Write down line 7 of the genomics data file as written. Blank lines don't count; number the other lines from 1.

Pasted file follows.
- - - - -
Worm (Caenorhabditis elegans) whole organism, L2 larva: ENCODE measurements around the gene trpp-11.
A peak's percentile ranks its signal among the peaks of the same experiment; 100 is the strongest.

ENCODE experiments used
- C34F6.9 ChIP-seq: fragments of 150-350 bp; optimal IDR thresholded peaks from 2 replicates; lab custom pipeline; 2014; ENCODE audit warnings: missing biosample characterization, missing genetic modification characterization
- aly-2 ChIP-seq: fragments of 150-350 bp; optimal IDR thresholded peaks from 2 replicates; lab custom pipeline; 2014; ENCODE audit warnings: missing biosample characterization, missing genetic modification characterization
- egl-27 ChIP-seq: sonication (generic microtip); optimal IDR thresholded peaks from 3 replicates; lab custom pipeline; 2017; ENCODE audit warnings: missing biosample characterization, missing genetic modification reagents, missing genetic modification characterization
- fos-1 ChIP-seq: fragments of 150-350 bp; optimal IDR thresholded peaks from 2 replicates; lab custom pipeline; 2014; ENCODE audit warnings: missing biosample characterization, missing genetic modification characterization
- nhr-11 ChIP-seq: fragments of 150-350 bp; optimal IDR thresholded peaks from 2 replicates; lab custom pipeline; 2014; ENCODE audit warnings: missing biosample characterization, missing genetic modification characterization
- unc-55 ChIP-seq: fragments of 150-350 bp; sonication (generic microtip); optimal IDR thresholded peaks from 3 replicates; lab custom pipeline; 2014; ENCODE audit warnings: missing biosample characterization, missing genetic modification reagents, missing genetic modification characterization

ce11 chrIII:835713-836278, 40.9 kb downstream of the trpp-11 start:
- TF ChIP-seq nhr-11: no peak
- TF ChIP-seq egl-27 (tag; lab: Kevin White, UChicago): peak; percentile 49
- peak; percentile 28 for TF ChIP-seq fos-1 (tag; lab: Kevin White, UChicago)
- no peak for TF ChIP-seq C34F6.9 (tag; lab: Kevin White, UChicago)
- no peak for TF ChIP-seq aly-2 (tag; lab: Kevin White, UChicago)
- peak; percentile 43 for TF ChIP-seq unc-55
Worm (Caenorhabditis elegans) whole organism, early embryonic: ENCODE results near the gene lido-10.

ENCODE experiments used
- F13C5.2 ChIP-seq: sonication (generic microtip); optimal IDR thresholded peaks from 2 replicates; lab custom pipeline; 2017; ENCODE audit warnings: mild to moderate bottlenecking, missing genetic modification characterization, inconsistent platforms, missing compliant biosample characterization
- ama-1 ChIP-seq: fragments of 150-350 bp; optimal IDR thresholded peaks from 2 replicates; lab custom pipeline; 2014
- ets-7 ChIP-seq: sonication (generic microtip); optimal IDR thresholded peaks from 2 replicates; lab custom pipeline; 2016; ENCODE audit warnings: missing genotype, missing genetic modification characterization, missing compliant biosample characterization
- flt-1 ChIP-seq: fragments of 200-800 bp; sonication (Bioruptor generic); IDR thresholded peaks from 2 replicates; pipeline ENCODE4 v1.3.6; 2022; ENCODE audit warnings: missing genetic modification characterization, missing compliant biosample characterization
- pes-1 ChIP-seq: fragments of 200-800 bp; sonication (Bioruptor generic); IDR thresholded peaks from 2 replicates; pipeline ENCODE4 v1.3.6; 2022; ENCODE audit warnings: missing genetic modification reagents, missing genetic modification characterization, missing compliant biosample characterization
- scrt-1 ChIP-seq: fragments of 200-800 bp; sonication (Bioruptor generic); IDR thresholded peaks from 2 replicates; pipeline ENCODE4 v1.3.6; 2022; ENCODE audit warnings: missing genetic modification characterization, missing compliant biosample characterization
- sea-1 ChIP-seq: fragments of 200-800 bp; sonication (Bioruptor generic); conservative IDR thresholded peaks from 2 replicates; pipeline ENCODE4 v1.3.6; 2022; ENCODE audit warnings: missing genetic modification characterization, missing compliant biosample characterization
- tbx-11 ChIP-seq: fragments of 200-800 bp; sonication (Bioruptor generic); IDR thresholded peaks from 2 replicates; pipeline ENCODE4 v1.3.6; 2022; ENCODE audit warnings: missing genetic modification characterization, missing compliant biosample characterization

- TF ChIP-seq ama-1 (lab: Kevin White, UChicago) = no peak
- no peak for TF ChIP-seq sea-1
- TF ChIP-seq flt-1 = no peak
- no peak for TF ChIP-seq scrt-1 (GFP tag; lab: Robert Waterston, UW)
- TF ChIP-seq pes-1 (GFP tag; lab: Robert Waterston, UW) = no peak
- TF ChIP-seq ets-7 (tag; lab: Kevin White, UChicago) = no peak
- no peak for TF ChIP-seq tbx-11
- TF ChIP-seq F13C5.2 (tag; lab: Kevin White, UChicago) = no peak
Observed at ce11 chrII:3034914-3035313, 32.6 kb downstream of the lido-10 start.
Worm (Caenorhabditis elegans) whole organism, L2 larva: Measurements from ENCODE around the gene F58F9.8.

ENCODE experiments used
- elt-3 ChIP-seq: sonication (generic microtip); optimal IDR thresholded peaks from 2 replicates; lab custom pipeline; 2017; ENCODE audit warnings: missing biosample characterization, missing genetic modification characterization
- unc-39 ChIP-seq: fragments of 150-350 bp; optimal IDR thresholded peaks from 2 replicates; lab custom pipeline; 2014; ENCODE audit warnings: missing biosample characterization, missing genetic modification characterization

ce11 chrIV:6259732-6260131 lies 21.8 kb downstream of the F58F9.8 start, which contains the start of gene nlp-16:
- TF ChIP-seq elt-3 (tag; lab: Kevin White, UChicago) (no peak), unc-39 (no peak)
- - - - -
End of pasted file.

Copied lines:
- fos-1 ChIP-seq: fragments of 150-350 bp; optimal IDR thresholded peaks from 2 replicates; lab custom pipeline; 2014; ENCODE audit warnings: missing biosample characterization, missing genetic modification characterization